Breast cancer survivors: Psychosocial concerns and quality of life
- Cite this article as:
- Ganz, P.A., Coscarelli, A., Fred, C. et al. Breast Cancer Res Tr (1996) 38: 183. doi:10.1007/BF01806673
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To describe the psychosocial concerns and quality of life of breast cancer survivors evaluated 2 and 3 years after primary treatment.
A sample of 139 breast cancer survivors who had been interviewed during the first year after primary treatment participated in a mailed survey at 2 years (N = 69) and 3 years (N = 70) after initial surgery. A random sample of these survivors were also interviewed in person. The mailed questionnaire included standardized instruments to assess quality of life (QL), rehabilitation needs, and psychological distress. Additional survey questions were developed to examine post-surgical recovery, employment and insurance problems. social support, and existential concerns. The in-person interviews expanded on these questions and systematically compared these patients' rehabilitation needs to those which existed at the time of an interview 1 year after surgery.
The 2 and 3 year participants in this follow-up study did not differ from each other on their prior assessments with standardized QL instruments during the first year after surgery, nor did they differ from the full study sample of 227 women. The scores on the Profile of Mood States and the Functional Living Index-Cancer were the same for the 2 and 3 year survivor groups and did not differ from the previous assessments at 1 year after initial treatment. The scores on the Cancer Rehabilitation Evaluation System showed a significant decline in Global Quality of Life, Sexual Functioning and Marital Functioning between the 1 year and 3 year evaluations. For the 2 year sample only Sexual Functioning showed a deterioration between the 1 and 2 year evaluations. Using the RAND 36-Item Health Survey 1.0, the breast cancer survivors were compared with patients from the Medical Outcomes Study. The breast cancer survivors demonstrated higher levels of functioning in many dimensions (role functioning, social functioning, pain, and general health) than the patients with chronic medical conditions. In spite of relatively good physical and emotional functioning on this generic measure of health status and quality of life, these breast cancer survivors reported a number of important and severe rehabilitation problems that persisted beyond one year after primary treatment. Especially frequent were problems associated with physical and recreational activities, body image, sexual interest, sexual function, and problems with dating for those who were single.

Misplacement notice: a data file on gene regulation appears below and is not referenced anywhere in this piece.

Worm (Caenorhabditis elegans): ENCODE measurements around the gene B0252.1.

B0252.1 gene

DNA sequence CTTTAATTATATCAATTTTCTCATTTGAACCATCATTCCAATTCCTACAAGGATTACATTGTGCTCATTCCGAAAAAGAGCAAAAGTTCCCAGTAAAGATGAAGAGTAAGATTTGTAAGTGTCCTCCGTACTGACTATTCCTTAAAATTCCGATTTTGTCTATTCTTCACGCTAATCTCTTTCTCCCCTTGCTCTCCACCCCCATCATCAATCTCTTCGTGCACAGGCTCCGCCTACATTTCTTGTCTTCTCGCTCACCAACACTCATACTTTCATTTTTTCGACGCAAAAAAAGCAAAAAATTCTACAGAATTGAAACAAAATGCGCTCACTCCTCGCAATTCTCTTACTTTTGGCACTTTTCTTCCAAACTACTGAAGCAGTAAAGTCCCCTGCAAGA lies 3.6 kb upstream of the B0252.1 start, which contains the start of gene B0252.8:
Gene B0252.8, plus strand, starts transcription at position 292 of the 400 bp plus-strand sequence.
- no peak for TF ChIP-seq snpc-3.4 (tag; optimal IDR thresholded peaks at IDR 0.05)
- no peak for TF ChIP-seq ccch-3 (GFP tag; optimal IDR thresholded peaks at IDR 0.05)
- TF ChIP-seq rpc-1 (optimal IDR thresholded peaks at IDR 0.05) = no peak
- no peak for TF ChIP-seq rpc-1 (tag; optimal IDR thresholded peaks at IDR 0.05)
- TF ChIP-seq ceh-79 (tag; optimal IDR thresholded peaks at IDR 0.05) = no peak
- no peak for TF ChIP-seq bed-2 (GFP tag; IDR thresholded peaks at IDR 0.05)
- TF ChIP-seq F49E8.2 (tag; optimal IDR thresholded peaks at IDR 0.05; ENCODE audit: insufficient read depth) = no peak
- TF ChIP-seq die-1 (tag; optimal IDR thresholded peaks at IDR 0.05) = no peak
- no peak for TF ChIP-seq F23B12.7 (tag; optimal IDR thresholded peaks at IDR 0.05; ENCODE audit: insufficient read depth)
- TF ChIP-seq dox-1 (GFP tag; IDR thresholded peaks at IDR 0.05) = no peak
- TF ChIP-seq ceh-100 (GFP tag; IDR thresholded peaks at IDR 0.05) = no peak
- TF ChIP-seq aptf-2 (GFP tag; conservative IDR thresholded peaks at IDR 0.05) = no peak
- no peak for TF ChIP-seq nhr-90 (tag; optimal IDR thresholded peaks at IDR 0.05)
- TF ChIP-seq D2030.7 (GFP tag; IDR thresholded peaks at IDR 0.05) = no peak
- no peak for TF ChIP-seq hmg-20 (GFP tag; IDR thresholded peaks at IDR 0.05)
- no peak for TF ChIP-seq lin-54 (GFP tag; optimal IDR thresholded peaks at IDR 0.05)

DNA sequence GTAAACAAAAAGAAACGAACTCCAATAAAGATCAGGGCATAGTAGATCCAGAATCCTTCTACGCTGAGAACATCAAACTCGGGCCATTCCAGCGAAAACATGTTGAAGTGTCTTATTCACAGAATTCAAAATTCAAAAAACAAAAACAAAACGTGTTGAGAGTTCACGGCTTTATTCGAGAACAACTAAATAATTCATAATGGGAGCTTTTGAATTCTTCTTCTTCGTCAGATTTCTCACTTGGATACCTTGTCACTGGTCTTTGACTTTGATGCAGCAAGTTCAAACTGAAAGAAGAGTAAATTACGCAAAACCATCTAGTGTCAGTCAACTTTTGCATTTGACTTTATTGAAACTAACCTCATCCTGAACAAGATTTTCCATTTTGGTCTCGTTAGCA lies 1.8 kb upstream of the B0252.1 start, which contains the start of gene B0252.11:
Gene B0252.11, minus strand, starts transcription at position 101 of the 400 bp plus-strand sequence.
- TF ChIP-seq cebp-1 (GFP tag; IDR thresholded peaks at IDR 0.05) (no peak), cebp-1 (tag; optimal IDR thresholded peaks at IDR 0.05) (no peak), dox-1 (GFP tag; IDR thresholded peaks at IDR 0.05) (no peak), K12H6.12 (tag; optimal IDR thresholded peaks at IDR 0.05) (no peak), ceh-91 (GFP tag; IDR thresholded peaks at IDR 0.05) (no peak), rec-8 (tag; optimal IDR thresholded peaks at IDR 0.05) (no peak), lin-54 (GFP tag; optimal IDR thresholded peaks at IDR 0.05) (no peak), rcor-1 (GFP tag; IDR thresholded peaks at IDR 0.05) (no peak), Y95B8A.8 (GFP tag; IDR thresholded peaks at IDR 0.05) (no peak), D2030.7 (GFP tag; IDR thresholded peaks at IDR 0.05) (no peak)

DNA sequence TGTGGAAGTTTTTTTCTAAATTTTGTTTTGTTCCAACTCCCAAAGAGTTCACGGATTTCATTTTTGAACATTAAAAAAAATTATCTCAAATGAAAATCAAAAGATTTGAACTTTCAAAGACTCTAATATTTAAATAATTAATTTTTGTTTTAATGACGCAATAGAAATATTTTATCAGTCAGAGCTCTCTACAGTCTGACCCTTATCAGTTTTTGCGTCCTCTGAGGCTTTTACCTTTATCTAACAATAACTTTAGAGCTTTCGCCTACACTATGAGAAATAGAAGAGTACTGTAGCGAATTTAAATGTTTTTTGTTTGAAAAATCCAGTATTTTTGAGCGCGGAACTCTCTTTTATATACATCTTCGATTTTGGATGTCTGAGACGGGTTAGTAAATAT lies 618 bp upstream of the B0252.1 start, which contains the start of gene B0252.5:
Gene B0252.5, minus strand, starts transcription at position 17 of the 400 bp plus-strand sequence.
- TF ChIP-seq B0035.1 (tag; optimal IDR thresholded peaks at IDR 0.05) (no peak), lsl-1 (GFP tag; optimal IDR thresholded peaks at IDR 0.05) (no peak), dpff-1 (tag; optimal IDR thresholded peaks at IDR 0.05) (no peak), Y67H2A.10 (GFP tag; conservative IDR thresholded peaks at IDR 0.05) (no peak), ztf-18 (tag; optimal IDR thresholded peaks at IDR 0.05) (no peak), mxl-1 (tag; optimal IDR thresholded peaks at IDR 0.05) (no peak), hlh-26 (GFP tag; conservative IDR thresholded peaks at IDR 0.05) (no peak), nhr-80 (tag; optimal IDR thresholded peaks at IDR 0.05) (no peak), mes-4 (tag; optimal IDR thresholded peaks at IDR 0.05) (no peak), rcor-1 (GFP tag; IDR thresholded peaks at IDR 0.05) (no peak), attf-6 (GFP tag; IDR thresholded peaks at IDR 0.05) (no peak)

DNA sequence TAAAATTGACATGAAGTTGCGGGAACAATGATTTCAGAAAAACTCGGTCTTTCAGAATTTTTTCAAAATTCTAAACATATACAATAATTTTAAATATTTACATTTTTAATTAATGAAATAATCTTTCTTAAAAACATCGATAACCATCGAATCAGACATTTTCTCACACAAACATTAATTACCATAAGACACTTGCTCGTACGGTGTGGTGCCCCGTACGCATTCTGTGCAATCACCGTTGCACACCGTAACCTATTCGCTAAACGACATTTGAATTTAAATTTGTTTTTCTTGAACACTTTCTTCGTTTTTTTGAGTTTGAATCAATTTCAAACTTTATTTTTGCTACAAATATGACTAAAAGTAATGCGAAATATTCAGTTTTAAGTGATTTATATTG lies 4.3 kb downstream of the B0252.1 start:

Breast cancer survivors appear to attain maximum recovery from the physical and psychological trauma of cancer treatment by one year after surgery. A number of aspects of QL and rehabilitation problems worsen after that time. Nevertheless, breast cancer survivors rate their QL more favorably than outpatients with other common medical conditions, and they identify many positive aspects from the cancer experience.